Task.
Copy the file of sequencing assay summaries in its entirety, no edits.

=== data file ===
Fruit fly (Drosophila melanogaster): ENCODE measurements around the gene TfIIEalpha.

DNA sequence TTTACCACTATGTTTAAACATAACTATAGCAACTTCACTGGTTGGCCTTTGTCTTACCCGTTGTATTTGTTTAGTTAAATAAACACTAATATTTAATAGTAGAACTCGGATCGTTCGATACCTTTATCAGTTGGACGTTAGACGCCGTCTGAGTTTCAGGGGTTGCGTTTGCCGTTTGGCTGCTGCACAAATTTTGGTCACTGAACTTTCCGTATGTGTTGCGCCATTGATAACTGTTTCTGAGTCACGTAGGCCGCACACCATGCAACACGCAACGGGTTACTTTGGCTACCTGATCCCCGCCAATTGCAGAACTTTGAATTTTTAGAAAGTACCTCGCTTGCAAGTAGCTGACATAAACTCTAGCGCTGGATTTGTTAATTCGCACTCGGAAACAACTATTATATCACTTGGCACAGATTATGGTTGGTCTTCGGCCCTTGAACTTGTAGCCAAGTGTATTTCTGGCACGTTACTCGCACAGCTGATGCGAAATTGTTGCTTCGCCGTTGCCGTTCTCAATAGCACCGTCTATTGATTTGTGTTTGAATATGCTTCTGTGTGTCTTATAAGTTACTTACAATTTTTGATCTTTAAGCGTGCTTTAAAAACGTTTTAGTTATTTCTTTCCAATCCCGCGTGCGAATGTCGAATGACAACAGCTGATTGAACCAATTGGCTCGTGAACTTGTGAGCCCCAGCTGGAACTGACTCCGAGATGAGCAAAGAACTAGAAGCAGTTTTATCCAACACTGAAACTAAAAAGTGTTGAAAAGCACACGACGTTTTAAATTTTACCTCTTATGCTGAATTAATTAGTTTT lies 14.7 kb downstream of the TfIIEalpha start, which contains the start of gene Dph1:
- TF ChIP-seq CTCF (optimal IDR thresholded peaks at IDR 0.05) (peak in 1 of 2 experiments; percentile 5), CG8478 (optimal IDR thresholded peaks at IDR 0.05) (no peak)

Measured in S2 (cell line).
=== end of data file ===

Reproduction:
Fruit fly (Drosophila melanogaster): ENCODE measurements around the gene TfIIEalpha.

DNA sequence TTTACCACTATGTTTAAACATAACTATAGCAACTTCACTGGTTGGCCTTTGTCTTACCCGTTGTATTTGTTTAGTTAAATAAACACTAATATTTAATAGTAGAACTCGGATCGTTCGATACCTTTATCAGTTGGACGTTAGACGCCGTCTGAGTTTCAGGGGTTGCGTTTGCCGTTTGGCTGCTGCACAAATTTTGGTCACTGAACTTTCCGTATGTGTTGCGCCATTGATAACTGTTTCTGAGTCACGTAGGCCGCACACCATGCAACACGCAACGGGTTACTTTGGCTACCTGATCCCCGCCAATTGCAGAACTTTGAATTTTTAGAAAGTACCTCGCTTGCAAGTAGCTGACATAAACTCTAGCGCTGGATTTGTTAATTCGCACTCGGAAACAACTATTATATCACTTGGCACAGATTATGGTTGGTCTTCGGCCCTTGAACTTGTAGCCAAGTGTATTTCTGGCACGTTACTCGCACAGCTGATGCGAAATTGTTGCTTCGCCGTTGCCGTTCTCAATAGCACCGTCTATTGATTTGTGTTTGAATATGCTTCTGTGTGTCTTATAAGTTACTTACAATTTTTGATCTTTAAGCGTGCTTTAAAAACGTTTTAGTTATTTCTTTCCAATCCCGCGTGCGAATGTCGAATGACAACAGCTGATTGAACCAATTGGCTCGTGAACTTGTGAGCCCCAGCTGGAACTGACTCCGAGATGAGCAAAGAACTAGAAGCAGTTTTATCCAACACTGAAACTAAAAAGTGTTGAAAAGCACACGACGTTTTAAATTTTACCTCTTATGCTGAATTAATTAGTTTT lies 14.7 kb downstream of the TfIIEalpha start, which contains the start of gene Dph1:
- TF ChIP-seq CTCF (optimal IDR thresholded peaks at IDR 0.05) (peak in 1 of 2 experiments; percentile 5), CG8478 (optimal IDR thresholded peaks at IDR 0.05) (no peak)

Measured in S2 (cell line).